Tuesday, September 13, 2011

Conclusion to Potato Experiment: Bin vs. Ground Method of Planting

We pulled out our potatoes on Friday and would like to share the results. I had discussed in an earlier post that we planted potatoes the conventional way and also in bins to see which method does better in terms of: 
1. Ease of harvest
2. Yield per area planted 
3. Size of the spuds
Ground Method: These potatoes shown above are from the control group which was planted in the ground. We planted 6 linear feet of bed space, containing 3 rows of potatoes. This yielded two 5gallon buckets full of large potatoes. 
1. Ease of harvest- They took a while to dig up since I didn't want to damage the potatoes. It took me an hour to dig this very small section and even though I was slow and careful, I still stabbed many potatoes.
2. Yield per area planted- The plants yielded so much more than we expected. 10gallons for 6ft of bed space was really good yield for us.
3. Size of the spuds- the spuds were very large, most were large or extra large in size.

This method was a great success. Great results in all three categories that we are judging by.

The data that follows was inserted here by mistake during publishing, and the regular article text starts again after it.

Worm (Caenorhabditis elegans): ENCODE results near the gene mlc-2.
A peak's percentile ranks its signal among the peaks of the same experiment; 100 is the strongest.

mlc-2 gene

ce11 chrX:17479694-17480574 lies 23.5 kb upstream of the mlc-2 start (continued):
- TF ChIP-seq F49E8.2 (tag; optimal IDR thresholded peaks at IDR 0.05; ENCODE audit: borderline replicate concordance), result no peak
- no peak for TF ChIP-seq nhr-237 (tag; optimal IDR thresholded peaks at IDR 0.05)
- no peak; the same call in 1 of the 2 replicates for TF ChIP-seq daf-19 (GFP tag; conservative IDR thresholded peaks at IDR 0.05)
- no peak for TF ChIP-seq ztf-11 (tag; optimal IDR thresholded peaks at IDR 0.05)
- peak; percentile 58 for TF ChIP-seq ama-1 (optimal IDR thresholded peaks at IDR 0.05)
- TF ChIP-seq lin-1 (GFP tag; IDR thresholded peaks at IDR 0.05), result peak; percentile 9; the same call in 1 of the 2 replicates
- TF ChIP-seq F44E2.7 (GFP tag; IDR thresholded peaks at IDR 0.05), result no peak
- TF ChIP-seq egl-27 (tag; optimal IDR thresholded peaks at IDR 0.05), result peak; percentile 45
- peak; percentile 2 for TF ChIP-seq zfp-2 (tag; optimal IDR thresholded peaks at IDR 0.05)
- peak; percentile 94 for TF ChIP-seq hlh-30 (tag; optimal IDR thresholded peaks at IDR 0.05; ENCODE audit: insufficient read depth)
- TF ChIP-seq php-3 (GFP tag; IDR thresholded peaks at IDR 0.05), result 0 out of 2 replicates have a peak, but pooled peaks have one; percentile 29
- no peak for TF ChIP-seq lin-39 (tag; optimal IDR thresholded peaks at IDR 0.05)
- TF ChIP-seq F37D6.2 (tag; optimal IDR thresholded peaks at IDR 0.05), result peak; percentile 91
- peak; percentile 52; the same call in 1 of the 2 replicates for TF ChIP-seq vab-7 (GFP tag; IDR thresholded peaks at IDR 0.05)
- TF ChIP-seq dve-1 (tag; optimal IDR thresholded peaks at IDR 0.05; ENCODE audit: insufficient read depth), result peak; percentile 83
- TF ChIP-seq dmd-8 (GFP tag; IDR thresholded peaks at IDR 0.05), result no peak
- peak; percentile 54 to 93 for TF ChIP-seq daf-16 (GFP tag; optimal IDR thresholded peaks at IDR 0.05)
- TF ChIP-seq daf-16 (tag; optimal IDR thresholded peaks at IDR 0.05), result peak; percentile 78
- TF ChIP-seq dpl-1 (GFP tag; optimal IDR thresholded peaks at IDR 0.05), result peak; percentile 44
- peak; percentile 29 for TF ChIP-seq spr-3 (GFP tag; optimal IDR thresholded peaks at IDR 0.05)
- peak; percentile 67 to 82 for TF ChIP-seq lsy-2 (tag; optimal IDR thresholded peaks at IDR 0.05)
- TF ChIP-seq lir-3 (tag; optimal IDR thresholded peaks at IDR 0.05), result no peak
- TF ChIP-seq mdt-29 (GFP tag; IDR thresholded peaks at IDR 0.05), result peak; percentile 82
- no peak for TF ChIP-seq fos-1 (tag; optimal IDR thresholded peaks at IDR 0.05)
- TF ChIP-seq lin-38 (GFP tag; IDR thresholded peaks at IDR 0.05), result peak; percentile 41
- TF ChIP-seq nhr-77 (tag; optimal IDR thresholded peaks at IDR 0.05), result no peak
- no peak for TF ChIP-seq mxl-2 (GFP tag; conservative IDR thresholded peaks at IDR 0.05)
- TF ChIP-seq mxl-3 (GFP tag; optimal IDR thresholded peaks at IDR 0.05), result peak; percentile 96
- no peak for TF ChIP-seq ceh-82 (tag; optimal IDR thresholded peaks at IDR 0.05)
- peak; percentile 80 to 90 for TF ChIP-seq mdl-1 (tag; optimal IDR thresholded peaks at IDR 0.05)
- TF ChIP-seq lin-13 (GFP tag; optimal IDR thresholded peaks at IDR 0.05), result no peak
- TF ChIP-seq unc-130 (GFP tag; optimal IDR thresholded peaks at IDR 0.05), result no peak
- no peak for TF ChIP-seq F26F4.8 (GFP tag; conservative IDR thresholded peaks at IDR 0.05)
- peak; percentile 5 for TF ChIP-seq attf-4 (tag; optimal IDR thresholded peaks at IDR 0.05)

That's a lot of potato soup!
Bin Method: In the photo above, in the left lower tray. You can see a small amount of little potatoes. This is all that we found between the 3 bins that we planted. When pulling out the straw in the first bin, I found a fat field mouse who had clearly eaten his share of our potato crop. The next two bins were the same. Very few potatoes that could be kept. Most had been chewed on, or were eaten all the way. 

So for us, in our location, the bin method is not a good place to grow potatoes. The vermin ate most of the crop and probably started early since the plant growth was minimal as well. 

I wish I could have been able to compare the two methods without the interference from the mice. So, as a conclusion: We don't know which method is better for growing spuds because the test method was destroyed by field mice. Fat little jerks!

Thanks for reading!



3 comments:

K-Koira said...

I wonder if you filled the bins in with dirt/compost instead of straw if it would deter the mice more. I used the bin method (actually the tire method, stacking tires up as the plants got taller) and it worked really well, giving me a ton of potatoes for very little actual space.

chook said...

i've tried growing potatoes in containers of various sizes and it has never really worked out they well in practice. i'm not sure if it's a watering thing or what...the yield has always been really small compared to in-ground planting.

on the other hand, it's a nice way to keep random potatoes from volunteering every spring. :)

Mike said...

K-Koira: I might try it again next year with dirt/compost. The problem is that the field mice love to dig. I swear they are getting worse the more we expand our garden. I have heard the tires work well, I would just be concerned about the chemicals in the tires leaching into the soil.

Chook: This next year we are hoping to experiment with dry land potatoes which require no irrigation other than what nature provides. The yields are smaller but it is supposed to be a low labor crop.